It wouldn't shock me if you didn't know about this movie. I also wouldn't think anyone knew about the story of Eddie Edwards and how he wanted to be an Olympic Athlete. You think you might know the whole movie before going in, but trust me when I say you are absolutely wrong.
The movie revolves around Eddie Edwards. A British kid who dreams of becoming a Winter Olympic Athlete. He certainly has his heart in the right place by wanting to do good. He is always challenging himself, but everyone tells him he can't do it. "You won't be Olympic material." But no matter what these people say he won't give up on his dream. So he finds a weird way to get inducted into the Games by being the first British Ski Jumper since the late 20's. Ski Jumping being the most dangerous sporting events during the Winter Olympics. But not even that stops Edwards.
A classic tale that is pretty much predictable. We all know the beats this kind of movie is going to take. The rise and the fall, but it's really about the details in between. Edwards doesn't want to be the best he just wants to be able to compete, and thats where this movie succeeds.
Taron Egerton who plays Eddie, is fantastic. He really adopted this mans persona. At first I thought he was mugging for the camera with all the silly faces he makes throughout the film, but no. The real Eddie the Eagle did that too. The character makes the movie. He's what really drives it. With this and Kingsman under his belt, it proves that Egerton can sell a film all on his own. He has perfect comedic timing, he is able to keep up with the likes of Hugh Jackman and Colin Firth, and he can pull of dramatic/emotional scenes.
Another reason why I loved this movie so much is that it doesn't try so hard to be an 80's movie. It has the look with the vibrant colors that pop thanks to Cinematographer George Richmond, and it has the feel thanks to a great Production Design Team lead by Mike Gunn. The best thing the film does is not overindulging in the fact that it is from the 80's. Under a less talented team I can see it going to far in that direction taking over the entire film. The one thing that truly makes it standout that it's from the 80's is the score by Matthew Margeson. The classy use of sync pop throughout was incredible!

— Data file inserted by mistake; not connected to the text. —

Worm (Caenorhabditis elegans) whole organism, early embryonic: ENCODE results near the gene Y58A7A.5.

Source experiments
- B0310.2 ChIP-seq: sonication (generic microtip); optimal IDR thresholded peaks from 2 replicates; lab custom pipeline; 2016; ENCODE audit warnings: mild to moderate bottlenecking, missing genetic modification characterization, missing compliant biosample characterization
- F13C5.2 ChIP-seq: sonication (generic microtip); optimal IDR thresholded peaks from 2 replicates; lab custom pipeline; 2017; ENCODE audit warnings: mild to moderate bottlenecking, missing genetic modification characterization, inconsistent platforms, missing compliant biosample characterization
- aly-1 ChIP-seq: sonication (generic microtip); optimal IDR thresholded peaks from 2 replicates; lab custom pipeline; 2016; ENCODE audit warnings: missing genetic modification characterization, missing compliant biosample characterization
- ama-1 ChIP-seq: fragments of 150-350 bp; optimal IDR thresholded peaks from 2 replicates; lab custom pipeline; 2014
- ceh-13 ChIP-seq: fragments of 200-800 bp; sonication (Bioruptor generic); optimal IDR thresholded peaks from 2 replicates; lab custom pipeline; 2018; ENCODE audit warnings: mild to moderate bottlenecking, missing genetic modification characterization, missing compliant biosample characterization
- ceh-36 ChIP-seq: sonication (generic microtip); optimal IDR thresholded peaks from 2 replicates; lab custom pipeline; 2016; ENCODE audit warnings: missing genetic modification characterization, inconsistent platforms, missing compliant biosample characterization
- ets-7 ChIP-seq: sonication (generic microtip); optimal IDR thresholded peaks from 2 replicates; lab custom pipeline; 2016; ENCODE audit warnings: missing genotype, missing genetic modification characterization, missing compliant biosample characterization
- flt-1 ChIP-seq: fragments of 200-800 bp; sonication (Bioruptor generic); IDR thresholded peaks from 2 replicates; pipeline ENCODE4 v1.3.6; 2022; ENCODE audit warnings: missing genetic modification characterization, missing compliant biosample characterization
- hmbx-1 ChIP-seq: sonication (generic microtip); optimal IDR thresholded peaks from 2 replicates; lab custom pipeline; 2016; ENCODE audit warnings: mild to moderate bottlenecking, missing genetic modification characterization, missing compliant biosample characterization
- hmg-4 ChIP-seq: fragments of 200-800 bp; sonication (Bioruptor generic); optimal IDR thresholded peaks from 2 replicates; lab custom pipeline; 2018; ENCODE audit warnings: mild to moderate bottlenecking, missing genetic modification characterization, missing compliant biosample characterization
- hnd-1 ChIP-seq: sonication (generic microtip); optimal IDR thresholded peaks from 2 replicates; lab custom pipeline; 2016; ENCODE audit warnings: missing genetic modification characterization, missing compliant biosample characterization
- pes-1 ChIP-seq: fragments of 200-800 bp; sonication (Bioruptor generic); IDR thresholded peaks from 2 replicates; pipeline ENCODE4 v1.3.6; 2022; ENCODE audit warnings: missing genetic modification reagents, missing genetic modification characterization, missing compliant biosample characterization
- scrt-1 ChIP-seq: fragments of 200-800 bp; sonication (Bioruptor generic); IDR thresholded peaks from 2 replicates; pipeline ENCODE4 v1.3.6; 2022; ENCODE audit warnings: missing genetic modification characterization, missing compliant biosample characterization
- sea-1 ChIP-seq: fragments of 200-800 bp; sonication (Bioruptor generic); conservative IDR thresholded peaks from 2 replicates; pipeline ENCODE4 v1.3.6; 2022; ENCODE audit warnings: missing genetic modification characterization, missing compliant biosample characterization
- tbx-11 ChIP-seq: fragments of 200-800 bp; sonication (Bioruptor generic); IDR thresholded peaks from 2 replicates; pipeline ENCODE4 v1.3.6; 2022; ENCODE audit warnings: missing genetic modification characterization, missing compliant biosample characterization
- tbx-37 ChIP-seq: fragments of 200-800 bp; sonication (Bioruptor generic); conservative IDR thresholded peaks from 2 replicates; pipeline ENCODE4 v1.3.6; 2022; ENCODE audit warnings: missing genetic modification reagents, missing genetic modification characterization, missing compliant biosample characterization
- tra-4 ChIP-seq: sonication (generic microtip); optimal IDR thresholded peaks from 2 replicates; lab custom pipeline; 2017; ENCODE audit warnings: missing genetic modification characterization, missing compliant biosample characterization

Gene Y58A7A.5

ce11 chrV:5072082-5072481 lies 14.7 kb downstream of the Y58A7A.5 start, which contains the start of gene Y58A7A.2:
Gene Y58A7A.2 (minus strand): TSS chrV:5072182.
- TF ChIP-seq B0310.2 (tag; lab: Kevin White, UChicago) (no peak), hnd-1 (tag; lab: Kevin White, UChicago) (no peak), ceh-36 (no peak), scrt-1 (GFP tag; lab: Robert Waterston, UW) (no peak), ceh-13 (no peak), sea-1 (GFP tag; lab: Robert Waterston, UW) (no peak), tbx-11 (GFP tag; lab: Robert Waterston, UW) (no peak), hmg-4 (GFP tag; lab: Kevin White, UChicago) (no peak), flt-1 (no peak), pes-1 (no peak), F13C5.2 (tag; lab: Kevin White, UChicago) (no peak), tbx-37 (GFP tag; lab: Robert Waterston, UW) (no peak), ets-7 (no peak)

Also, a lot of credit should go to the Editor Martin Walsh for the pace/rhythm of the film. It flies by (pardon the pun) rather quickly. Getting through and sometimes tricking the audience when those predictable sport movie cliche beats come up.
This film really is a great inspiration for anyone who is being told "no you can't do something because reason." It's gripping, tense, has great performances by new comer Taron Egerton and veteran Hugh Jackman. It looks beautiful, and is directed smoothly by Dexter Fletcher. The story itself didn't impact history, it was kind of plucked out of obscurity, but I'm glad this story was told. I couldn't recommend this movie anymore than I have already.